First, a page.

First up was BAE Systems and its IntelliCabin IFE system. BAE developed its new platform on a IMG_20140916_143027983_HDRthe consumer grade Samsung Galaxy Tab, but has loaded highly customized, immersive software onto the tablet. The visual design and functionality of the system is impressive for its first attempt at IFE. As a part of its broader IntelliCabin offering, BAE designed a very functional seat-back tablet holder, and even more impressive swiveling under-seat power outlet. Anyone who has fished under their seat for a hidden power outlet will appreciate this smart design.

Lufthansa Systems has taken the embedding of a consumer device into the seat-back a step further, utilizing a unique workaround of safety requirements. A part of the reason why embedded systems take so long to roll out is that they must pass rigorous safety test, including impact tests. Embedded systems must be able to withstand the force of a passenger impacting it during an emergency, and consumer devices do not meet this standard.

Lufthansa Systems has a clever solution, however. They have taken a regular consumer grade tablet, embedded it in the seat, but also installed a pull up visor over the tablet which will passes impact tests. It isn’t pretty, but this method will allow Lufthansa Systems to get cutting edge consumer devices built into the seat faster than ever before.


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Airports Share Service Stories at World Routes Summit

By Benet Wilson / Published September 24th, 2014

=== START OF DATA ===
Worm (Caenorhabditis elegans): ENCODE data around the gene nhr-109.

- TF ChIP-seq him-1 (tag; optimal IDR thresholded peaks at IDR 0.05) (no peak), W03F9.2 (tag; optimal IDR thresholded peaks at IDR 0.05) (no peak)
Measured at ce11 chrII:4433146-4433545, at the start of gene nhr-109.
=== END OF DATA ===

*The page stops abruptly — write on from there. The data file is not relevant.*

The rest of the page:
The 2014 World Routes Strategy Summit in Chicago drew more than 3000 attendees, 300 airlines, 800 airports, 200 tourism authorities and hosted 10,000 meetings between Sept. 21-23. Airports interviewed at the event said that it’s a great venue to tell their stories to airline representatives and continue to make pitches for new and expanded air service.

Ville Haapasaari is the senior Vice President for Finland’s Finavia and airport director at the Helsinki Airport. In a chat at the fresh juice bar his company used lure attendees, he said World Routes was a good platform to conduct meetings with airlines. “We catch up with our existing customers, but visit with a lot of newcomers too,” he said.

Haapasaari boasted of Helsinki’s great location as a Northern European hub that offers a great route to Asia. “We started Japan Airlines service last July to Tokyo. It took a few years of discussions that started at Routes a few years ago,” he said. “That led to the service, which has been doing really well.”

Helsinki is medium-sized airport, serving 15 million passengers a year, said Haapasaari. “Everything is under one roof and compact, which allows for smooth operations,” he said. “We offer the same things most airports offer, but we’re also building an Arctic bar where passengers will be able to feel the wind and snow, giving them the look and feel of Finland.”

Cheryl Marcell is the deputy director of business development for Norman Y. Mineta San Jose International Airport. “Most airlines know about Silicon Valley, but many don’t know that our airport is in the middle of it, surrounded by one of the strongest business markets in the country,” she said. “But we are also a community that can support leisure travel, because we have the higher income levels that support that.”